Violent crime rises across the country

Some blame federal cuts to local, state agencies

December 19, 2006|By Richard B. Schmitt | Richard B. Schmitt,LOS ANGELES TIMES

WASHINGTON -- The number of murders and robberies in the U.S. continued to grow during the first half of 2006, fresh evidence that violent crime is on the upswing after more than a decade of decline, the FBI said yesterday.

From January to June 2006, violent crime increased 3.7 percent compared with the first six months of 2005, the bureau reported.

The number of robberies increased 9.7 percent, while murders rose 1.4 percent. Aggravated assaults increased 1.2 percent; forcible rape offenses declined less than 0.1 percent.

The increases, which were felt in regions across the country, follow an overall jump of 2.3 percent for violent offenses in all of 2005 and portend another year of rising violent crime, experts said. In 2005, violent crime posted its largest overall increase since 1991.

Some crime figures for Baltimore mirrored the national trend. Robberies increased 14 percent, while burglaries jumped nearly 10 percent for the first six months of this year. Murders have stayed at about the same pace as last year, while felony (aggravated) assaults were down about seven percent, the statistics show. Arsons rose by 3.2 percent. As of yesterday, there had been 263 people killed in Baltimore this year, compared with 262 for the similar period last year, city police said.

A number of different explanations have been offered for the increase, including cutbacks in federal funding to state and local law-enforcement agencies, which has led to fewer police on the street in large cities, and demographic factors, including an increase in the number of males between the ages of 14 and 24.

The trend also has kindled a debate over whether the country is spending enough for crime fighting and prevention at a time when growing numbers of federal dollars are being targeted toward terrorism and homeland security.

"Violent street crime did not go away on Sept. 11," said Jim Pasco, executive director of the Fraternal Order of Police, the nation's largest police union.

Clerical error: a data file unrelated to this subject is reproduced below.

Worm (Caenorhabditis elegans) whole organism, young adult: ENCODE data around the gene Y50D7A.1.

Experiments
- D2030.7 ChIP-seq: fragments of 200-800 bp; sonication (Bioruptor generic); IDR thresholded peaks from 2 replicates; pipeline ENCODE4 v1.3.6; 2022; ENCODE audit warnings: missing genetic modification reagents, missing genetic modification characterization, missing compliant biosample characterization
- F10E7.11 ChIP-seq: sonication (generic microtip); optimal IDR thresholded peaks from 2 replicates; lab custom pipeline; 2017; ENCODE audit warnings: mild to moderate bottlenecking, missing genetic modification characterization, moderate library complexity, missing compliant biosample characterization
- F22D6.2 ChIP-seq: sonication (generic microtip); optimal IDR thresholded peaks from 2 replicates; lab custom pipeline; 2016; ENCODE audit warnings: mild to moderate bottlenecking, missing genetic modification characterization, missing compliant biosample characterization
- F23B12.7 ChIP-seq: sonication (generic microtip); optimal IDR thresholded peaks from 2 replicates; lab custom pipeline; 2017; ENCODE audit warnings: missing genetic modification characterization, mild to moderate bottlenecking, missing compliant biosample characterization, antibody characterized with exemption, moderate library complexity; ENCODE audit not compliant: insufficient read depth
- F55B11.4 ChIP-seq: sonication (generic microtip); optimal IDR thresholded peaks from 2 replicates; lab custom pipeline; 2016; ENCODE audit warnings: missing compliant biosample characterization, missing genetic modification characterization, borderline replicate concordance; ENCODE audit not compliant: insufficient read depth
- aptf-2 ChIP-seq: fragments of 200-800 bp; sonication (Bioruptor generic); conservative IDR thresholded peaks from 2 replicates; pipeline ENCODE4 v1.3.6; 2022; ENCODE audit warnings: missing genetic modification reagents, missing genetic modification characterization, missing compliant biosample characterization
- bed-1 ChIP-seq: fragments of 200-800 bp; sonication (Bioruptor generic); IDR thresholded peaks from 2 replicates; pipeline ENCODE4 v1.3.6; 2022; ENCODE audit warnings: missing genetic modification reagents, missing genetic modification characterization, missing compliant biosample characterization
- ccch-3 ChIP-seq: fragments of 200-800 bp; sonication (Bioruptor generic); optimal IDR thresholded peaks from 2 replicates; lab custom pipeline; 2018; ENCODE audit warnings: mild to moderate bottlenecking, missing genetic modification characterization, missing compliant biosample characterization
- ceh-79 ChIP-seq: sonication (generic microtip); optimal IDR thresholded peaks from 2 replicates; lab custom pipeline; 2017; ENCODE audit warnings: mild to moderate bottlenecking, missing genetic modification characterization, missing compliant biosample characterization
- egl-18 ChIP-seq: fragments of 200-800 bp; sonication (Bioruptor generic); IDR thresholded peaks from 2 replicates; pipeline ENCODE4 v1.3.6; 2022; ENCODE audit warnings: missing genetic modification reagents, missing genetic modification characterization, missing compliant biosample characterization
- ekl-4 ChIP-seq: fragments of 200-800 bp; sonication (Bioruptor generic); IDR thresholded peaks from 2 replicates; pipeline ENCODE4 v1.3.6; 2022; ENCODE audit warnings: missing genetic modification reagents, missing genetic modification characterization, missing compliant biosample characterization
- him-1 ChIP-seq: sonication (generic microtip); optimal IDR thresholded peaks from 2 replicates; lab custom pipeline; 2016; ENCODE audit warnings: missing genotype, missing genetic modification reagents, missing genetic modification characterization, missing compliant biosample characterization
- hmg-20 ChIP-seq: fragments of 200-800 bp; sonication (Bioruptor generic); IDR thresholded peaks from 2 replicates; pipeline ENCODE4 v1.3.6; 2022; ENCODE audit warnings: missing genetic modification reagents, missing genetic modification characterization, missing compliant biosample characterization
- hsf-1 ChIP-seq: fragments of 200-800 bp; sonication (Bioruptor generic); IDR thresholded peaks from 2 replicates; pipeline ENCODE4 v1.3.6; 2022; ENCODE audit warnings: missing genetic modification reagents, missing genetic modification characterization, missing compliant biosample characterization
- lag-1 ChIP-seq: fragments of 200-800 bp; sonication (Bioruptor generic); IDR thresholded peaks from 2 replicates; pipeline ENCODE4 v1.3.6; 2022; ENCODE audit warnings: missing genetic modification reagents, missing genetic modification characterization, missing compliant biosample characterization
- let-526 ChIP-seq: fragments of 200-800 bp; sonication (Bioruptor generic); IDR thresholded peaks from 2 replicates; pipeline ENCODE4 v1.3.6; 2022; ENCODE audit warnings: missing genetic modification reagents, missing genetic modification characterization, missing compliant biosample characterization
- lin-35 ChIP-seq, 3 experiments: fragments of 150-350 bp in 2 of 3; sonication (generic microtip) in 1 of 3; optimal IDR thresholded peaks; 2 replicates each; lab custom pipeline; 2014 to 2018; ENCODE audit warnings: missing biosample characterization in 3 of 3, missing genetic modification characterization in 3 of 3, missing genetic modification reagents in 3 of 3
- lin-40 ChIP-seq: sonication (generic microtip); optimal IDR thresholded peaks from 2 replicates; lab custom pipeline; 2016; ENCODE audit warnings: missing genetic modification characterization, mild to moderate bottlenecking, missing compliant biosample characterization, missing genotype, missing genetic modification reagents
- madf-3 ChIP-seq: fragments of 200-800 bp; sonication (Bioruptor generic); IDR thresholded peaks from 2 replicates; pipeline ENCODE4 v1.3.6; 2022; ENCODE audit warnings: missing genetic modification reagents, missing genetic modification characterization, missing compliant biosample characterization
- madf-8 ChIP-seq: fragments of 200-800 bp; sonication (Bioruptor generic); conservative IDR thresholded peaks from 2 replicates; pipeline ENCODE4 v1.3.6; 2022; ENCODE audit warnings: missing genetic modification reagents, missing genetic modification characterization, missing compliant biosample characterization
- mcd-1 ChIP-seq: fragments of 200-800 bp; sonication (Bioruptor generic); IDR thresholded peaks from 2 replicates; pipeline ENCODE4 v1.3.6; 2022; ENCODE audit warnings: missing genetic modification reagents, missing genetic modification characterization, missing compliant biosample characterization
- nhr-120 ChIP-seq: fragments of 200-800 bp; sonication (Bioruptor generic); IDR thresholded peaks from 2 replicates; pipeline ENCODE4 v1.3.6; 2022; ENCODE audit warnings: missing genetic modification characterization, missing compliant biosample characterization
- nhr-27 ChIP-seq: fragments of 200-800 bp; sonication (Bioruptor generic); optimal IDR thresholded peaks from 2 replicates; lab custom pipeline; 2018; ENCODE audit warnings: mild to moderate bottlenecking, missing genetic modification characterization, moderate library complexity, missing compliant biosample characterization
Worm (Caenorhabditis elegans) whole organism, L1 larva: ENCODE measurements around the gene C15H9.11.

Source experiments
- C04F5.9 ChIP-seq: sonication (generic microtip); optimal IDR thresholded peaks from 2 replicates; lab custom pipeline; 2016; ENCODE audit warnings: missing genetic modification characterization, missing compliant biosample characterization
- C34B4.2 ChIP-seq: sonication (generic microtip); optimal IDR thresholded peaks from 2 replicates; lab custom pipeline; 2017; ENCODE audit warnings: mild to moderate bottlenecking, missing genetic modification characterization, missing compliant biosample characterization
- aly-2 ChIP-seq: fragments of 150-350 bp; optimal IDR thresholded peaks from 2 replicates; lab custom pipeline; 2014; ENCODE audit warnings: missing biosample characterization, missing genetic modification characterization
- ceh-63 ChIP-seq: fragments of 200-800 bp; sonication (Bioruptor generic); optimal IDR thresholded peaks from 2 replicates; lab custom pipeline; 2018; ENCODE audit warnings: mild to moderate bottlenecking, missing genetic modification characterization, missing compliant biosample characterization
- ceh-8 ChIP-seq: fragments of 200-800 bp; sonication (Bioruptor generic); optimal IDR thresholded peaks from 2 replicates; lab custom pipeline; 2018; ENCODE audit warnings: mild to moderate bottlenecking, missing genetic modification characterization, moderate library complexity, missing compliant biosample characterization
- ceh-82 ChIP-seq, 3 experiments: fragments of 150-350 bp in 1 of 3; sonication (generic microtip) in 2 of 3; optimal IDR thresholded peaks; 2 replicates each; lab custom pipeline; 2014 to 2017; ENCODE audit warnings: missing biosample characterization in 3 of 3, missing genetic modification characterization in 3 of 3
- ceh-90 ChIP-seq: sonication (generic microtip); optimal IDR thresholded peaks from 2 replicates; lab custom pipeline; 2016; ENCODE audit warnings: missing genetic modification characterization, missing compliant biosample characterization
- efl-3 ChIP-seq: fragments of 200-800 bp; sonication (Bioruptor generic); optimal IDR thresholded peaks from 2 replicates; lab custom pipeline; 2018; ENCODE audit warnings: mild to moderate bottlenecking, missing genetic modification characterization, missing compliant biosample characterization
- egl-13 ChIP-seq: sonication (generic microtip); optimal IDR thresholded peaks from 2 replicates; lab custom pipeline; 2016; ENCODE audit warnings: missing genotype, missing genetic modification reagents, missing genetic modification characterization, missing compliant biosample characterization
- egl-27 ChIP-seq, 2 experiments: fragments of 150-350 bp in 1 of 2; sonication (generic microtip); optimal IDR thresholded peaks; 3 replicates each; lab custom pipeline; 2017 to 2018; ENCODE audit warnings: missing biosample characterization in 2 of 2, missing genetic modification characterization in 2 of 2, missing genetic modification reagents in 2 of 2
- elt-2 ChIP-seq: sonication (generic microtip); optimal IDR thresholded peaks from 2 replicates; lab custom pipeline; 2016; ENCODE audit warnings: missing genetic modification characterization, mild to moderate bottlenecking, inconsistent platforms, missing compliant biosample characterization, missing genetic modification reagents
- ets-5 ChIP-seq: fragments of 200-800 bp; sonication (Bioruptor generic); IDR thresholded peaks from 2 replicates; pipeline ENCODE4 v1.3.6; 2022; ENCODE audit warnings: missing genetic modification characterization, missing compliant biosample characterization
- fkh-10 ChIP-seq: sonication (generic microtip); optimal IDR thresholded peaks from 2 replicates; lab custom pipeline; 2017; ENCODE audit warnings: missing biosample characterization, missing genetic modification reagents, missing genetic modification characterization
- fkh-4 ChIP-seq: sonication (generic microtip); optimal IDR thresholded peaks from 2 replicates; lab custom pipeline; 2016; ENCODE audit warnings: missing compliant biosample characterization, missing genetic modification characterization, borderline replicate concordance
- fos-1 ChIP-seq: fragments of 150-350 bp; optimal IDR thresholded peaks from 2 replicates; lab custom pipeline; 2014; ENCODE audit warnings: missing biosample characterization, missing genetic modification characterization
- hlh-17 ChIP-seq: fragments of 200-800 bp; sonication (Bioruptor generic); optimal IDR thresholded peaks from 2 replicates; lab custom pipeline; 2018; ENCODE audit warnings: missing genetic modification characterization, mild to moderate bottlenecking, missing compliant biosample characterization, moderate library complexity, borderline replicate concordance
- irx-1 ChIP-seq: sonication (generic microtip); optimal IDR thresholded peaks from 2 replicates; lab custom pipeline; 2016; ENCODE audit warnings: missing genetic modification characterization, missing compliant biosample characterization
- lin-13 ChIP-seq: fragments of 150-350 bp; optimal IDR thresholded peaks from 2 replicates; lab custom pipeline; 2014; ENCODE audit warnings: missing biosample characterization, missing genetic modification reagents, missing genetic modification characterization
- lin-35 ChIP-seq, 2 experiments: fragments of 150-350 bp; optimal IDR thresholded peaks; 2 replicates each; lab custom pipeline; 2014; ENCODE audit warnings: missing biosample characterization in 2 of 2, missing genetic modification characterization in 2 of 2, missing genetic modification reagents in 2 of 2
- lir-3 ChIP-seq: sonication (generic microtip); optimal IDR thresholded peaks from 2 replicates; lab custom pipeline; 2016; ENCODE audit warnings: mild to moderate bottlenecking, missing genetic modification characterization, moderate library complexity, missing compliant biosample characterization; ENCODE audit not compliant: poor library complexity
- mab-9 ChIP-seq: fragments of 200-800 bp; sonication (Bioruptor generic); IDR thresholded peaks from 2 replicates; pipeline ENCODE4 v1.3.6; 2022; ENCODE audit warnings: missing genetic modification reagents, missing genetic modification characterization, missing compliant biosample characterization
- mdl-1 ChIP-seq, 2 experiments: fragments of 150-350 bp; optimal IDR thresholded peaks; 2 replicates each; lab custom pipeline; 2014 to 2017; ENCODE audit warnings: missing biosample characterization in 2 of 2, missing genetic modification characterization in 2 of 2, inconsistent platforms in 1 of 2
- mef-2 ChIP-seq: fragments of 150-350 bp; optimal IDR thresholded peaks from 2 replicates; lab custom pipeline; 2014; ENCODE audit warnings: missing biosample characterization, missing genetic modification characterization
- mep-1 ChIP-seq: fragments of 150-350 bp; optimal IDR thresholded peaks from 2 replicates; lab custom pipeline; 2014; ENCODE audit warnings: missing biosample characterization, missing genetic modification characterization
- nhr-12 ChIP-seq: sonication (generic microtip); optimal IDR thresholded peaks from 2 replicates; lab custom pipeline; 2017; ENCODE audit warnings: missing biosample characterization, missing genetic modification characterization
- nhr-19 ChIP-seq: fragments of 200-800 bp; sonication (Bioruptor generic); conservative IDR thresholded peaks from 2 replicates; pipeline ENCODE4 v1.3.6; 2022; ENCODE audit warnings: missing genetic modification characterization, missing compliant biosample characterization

While "the same or additional resources are needed to fight those crimes," in many cases less money is being spent, he said.

The increases in violent crime were felt in all regions of the country. The West had the largest such increase: 4.7 percent.

The FBI said the number of reported robberies was up in cities of all sizes. The largest increase - 12.8 percent - occurred in cities with populations of 10,000 to 24,999. But robberies also increased in metropolitan counties - up 8.4 percent.

Cities of populations of 500,000 to 999,999 reported the sharpest increase in murders - up 8.4 percent.

The data are based on reports of more than 11,000 state and local law-enforcement agencies.

Experts said the crime upsurge reflected an increase in gang violence, particularly in mid-sized cities, and a growth in gun crimes, including robberies and homicides.

"We have gone backward in our ability to deal with the illegal gun market," said James Alan Fox, a criminal justice professor at Northeastern University in Boston.

He said the problem has been compounded by the number of police on the street in large cities dropping almost 10 percent since 2001.

Federal aid to state and local police has declined to about $890 million in 2006 from $2.5 billion in 2001.

Richard B. Schmitt writes for the Los Angeles Times. Sun reporter Gus Sentementes contributed to this article.

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